Legal market overview in Costa Rica

Costa Rica continues to stand out in the region for both its political and economic stability.

Starting with the 2021 approval of a $1.778bn loan from the International Monetary Fund (IMF), with an immediate $296.5m release, a grant by the Inter-American Development Bank of two $250m loans, and the announcement of Costa Rica’s joining of the Organization for Economic Cooperation and Development (OECD) as its 38th member, the national continues its ascent as a regional economic power.

Following on from the country’s OECD entry in May 2021 came the March 2022 announcement by the UN International Trade Center that CINDES, Costa Rica’s investment promotion agency, had received its highest rating out of 85 organisations reviewed globally.

The trend continued with the June 2023 approval by the World Bank of a new $500m loan to strengthen support for the nation’s governmental budget.

Singled out internationally for its commitment to sustainability and biodiversity, in November 2022, Costa Rica became the first country to receive credit under the IMF’s Resilience and Sustainability Facility (RSF), with the IMF executive board approving a loan of approximately $710m.

In 2022, the nation also proved able to weather the economic uncertainty caused by a pair of cyber attacks by Russian ransomware groups, which targeted the computers of 27 government institutions and the country’s national health service, with the government the refusing to pay the $20m ransom and declaring a national emergency. Added support would later arrive in March 2023 from the US State Department, which granted $25m at the request of President Rodrigo Chaves to set up a security operations centre inside Costa Rica’s Ministry of Science, Innovation, Technology and Telecommunications, with a senior Biden administration official saying they believed the attacks were connected to Costa Rica’s ‘strong support for Ukraine’.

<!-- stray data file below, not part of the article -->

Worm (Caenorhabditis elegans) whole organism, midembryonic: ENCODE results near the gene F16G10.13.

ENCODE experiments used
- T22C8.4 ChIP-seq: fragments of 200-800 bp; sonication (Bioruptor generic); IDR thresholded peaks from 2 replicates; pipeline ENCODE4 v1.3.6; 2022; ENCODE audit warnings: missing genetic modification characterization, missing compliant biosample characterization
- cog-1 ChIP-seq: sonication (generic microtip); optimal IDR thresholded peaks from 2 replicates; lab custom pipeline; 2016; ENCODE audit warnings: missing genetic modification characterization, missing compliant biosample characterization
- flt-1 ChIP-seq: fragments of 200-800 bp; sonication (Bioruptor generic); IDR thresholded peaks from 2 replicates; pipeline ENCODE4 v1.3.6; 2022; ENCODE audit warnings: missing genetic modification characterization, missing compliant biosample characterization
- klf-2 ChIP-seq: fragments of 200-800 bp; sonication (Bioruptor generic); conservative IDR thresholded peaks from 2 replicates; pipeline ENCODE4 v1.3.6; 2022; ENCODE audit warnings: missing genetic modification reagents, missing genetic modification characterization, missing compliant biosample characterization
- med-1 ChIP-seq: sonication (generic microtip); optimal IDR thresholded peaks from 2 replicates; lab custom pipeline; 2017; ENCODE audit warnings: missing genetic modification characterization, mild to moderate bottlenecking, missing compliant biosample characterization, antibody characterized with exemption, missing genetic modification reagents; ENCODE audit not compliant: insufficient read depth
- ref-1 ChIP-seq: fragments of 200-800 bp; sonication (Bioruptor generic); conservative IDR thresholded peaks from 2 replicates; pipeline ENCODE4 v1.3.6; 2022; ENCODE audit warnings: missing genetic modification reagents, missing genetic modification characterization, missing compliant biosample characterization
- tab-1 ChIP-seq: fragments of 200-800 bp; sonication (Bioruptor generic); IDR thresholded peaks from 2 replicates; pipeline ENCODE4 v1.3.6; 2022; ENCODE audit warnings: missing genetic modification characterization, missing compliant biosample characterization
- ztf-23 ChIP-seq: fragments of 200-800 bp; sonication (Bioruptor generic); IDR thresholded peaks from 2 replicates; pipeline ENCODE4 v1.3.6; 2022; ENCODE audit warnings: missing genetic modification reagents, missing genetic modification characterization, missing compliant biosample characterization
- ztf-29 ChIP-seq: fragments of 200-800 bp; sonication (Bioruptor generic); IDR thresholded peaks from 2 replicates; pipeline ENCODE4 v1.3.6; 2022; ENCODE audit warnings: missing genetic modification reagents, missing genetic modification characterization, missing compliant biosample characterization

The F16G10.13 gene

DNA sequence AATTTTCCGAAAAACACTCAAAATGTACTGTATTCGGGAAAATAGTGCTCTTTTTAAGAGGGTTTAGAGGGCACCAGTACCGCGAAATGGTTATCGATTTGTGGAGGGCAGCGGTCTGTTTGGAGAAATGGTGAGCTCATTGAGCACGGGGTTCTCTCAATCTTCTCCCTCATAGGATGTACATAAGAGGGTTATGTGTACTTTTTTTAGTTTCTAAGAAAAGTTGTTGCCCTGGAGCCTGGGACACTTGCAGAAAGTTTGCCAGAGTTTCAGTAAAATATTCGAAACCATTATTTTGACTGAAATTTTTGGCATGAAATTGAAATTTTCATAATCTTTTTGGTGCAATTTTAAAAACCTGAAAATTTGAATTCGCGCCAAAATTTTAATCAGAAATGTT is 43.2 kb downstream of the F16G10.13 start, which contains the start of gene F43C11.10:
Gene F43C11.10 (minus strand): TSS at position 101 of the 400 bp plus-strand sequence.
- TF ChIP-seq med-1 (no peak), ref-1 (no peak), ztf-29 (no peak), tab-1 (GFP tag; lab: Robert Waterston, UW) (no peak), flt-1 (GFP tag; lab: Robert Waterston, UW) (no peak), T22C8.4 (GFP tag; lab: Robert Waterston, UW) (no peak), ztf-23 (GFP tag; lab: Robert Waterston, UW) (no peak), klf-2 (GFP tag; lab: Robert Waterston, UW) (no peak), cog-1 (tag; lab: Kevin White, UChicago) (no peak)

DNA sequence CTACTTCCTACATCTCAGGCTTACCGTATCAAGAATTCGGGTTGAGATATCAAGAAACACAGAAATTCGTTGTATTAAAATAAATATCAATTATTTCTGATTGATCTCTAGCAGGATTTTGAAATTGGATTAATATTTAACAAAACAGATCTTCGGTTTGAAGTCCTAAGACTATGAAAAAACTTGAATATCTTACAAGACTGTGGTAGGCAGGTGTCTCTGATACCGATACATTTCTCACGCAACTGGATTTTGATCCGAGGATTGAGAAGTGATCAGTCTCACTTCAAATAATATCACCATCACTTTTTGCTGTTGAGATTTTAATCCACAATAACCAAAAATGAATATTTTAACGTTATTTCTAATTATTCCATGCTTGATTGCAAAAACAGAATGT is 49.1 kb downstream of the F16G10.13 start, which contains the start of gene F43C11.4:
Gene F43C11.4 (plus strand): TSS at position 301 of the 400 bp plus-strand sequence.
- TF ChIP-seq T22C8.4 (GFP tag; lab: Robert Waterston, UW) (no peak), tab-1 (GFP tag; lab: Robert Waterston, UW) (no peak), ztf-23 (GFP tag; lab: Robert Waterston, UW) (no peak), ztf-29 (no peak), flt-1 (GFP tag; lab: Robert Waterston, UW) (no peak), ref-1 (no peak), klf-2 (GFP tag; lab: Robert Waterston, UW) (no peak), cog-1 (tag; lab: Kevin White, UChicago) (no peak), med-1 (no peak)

With continued regional economic leadership, international support and the IMF projecting a 3% growth in GDP in 2023, Costa Rica’s relative stability was mirrored by the observations of its legal market.

In the banking and finance sphere, firms had mainly noted an increase in fintech matters, while in the corporate and M&A area, respondent firms described a surge in matters related to the agrochemical, energy and insurance sectors. Firms interviewed also reported a rise in the regional expansion of companies in Central America; a key transaction in this area was Cementos Progreso Holdings’ $335m acquisition of Cemex’s assets in Costa Rica (as well as El Salvador), in which BLP advised the buyer while Consortium Legal acted for the seller. Firms also highlighted a continued surge in nearshoring activity.

In the dispute resolution arena, teams interviewed indicated a continued growth in bankruptcy matters stemming from the 2021 passage of a law which, among its many provisions, allows for the establishment of a single process for all types of private debtors and the incorporation of alternative conflict resolution to facilitate matters between debtors and creditors. Firms also pointed to the holdover usage of virtual hearings post-pandemic as having added greater flexibility.

In the labour and employment, respondent firms anticipate a wave of new work generated by newly passed laws which provide workers with the ‘right to disconnect’ (March 2022) and paternity leave (in April 2022). Firms interviewed also suggested an increase in matters emerging from a rising desire by employees to seek more flexible shifts in the post-pandemic era.

In the tax sphere, teams described a boom in matters related to the tourism sector and free trade zone projects, and work generated by an increased number of audits.

Intellectual property teams indicated an increased interest in matters related to AI, NFTs and the metaverse. Firms interviewed also described a practice space galvanised by the Trademark Office’s move to online filing.

Key developments in the Costa Rican legal market include BLP’s January 2023 opening of a new office at Marina Flamingo on the nation’s Pacific coast and the March 2023 alliance between global powerhouses ECIJA, which has a growing presence in Central America, and Taylor Wessing, with a special focus on TMT and lifesciences.

The market remains dominated by full-service regional firms Aguilar Castillo Love, Arias, BLP and Consortium Legal, while CENTRAL LAW Costa Rica, Lexincorp and Sfera Legal are also well-regarded Central American firms. Alta Batalla remains a growing force in the market, particularly following its May 2021 merger with firms in Guatemala, El Salvador and Honduras to form a regional entity. On the domestic front, Tactic Estudio Legal is an upcoming name following its split from COLBS Estudio Legal in September 2021, while other notable firms include labour specialist BDS Asesores.

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